Before Scripps bought 100% of the shares, it asked whether the purchase of TVN was compliant with Polish law, because their lawyers had read the Polish Broadcasting Act and had doubts regarding art. 35. Jan Dworak (chief of Polish Broadcasting Council at the time) hesitated a bit, but decided that it was possible. However, everyone was aware of the possible non-compliance with the Polish law, hence the contract included numerous safeguards in the event of the license being revoked. Safeguards were beneficial primarily to the seller, so that he would not have to pay possible compensation.
On July 31, 2017, Discovery Communications announced that it wanted to buy Scripps Networks Interactive (for $ 14.6 billion). The Polish Office of Competition and Consumer Protection was then ignored, so on February 6, 2018, it was the European Commission that conditionally agreed to this transaction. The condition was to provide operators with the TVN24 and TVN24 BiS signal at a “reasonable price”. On February 26, 2018, the US Department of Justice approved the purchase of Scripps Networks Interactive by Discovery Communications; so, on March 6, 2018, Scripps, and thus also TVN, was acquired. And in this way, and contrary to the law, an entity from outside the European Economic Area has 100 percent shares in a television company operating in Poland.
That is the origin of the current problem. In 2015, either the National Broadcasting Council should not have allowed this transaction; or it should have requested that the parliament amend the Broadcasting Act, because it does not allow any television or radio in Poland to be fully taken over by entities from outside the European Economic Area. Dworak’s Council, however, decided that the takeover was legal and possible.
All the time, TVN is formally owned by the nominal Dutch company with an address at Schiphol airport in Amsterdam – Polish Television Holding B.V. (controlling another paper-only company from Schiphol airport – N-Vision B.V., which owns TVN shares). The nominal company was sold first to Scripps in 2015 and then to Discovery in 2018. The nominal company operates in the European Economic Area, only it is virtual, so in fact 100 percent of TVN shares are owned by a non-EEA group (first Scripps then Discovery), which is inconsistent with the Broadcasting Act of 1992.
It was only in 2021 that the National Broadcasting Council decided that this could not be the case, although the law had been bent for six years. There are many indications that the National Broadcasting Council has reacted only after reports that Discovery is to merge with Warner Media. As a result, a media giant worth 150 billion dollars would be created. Warner of course would like to continue the game started in 2015 and would like to still disregard Polish law. The amendment to the Broadcasting Act halts this situation; and because it is about a lot of money and revenues, a great battle is being fought around it. It is also about whether Poland can pursue an independent policy in the field of media. And this policy is by no means unique in Europe, and Poland is not asking for anything extraordinary. Only the respect of the existing law.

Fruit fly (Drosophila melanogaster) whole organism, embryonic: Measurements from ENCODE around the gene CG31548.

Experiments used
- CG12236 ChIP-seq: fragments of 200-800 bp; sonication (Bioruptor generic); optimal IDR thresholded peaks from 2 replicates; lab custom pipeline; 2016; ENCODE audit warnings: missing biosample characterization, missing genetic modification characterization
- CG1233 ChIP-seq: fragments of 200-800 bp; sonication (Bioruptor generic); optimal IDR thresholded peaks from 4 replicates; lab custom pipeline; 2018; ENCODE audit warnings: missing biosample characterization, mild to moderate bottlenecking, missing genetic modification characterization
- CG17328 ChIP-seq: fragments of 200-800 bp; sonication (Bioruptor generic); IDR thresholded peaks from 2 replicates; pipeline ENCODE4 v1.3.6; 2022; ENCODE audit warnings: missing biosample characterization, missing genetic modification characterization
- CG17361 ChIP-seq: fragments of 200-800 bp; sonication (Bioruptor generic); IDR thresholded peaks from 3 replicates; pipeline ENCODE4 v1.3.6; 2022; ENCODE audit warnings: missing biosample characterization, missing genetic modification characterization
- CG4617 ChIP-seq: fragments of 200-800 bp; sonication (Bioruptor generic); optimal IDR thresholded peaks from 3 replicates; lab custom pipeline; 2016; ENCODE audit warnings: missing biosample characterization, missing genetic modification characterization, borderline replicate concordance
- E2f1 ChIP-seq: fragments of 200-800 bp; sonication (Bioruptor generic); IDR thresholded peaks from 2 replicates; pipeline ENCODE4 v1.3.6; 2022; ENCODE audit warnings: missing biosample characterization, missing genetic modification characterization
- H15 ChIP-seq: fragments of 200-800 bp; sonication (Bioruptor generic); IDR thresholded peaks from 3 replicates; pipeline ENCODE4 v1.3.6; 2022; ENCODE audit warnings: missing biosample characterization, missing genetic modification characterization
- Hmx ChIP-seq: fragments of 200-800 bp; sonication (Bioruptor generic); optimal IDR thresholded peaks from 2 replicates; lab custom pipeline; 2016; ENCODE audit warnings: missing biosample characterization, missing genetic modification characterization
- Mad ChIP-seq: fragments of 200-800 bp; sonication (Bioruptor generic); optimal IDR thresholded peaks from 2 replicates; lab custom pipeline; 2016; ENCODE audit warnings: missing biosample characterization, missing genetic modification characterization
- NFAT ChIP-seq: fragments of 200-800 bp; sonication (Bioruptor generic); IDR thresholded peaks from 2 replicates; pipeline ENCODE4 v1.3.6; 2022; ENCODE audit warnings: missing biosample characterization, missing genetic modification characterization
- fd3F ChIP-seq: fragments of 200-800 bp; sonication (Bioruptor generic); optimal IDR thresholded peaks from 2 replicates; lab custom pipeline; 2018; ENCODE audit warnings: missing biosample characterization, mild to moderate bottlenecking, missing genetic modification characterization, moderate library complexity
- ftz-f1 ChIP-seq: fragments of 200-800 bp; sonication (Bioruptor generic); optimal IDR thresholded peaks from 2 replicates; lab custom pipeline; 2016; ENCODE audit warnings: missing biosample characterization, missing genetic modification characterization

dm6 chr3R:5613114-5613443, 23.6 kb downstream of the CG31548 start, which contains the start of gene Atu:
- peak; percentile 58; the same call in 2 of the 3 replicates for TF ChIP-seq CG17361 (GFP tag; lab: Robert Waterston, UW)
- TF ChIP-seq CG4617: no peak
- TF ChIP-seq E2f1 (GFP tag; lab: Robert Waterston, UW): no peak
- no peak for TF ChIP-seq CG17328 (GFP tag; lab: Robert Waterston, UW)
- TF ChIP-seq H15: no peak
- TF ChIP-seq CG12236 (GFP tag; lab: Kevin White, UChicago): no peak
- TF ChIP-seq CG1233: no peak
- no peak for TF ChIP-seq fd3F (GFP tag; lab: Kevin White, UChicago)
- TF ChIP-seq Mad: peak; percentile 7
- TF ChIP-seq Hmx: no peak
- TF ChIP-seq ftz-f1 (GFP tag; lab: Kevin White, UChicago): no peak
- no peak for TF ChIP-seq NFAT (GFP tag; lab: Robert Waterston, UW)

Ownership issues in TVN television are only a fraction of the problems of the Polish media market, which in many segments presents such a high level of concentration that one can speak of hegemony. A high level of concentration in Poland is deemed to exist when a single entity (capital group) reaches a 30 percent share in one of the markets: advertising revenues, revenues from pay-TV fees, TV audience, radio audience or users of online audiovisual services.
Officially, under Polish law, an entity is considered dominant when it achieves a market share of over 40 percent in a given market. Only after exceeding this threshold can the Office of Competition and Consumer Protection block further acquisitions. But in the debate on deconcentration little attention is paid to the fact that dominant broadcasters also have an advantage in the role of advertising brokers. Such as TVN and Polsat, whose advertising bureaus serve not only their thematic channels, but also other media market players. And in their role as ad brokers they often have more influence on the market than as broadcasters.
In the 1990s the Polish media market was widely opened to foreign capital, which later resulted in concentrations exceeding safe levels. This was facilitated by being careless about violations of the law on capital restrictions, e.g., in the television market. As a result, about 70% of the television market in Poland is controlled by foreign broadcasters. The largest shares are held by Americans (controlling half of all TV content), among others Discovery Communications, Viacom, Time Warner, and ITI Neovision (American-French).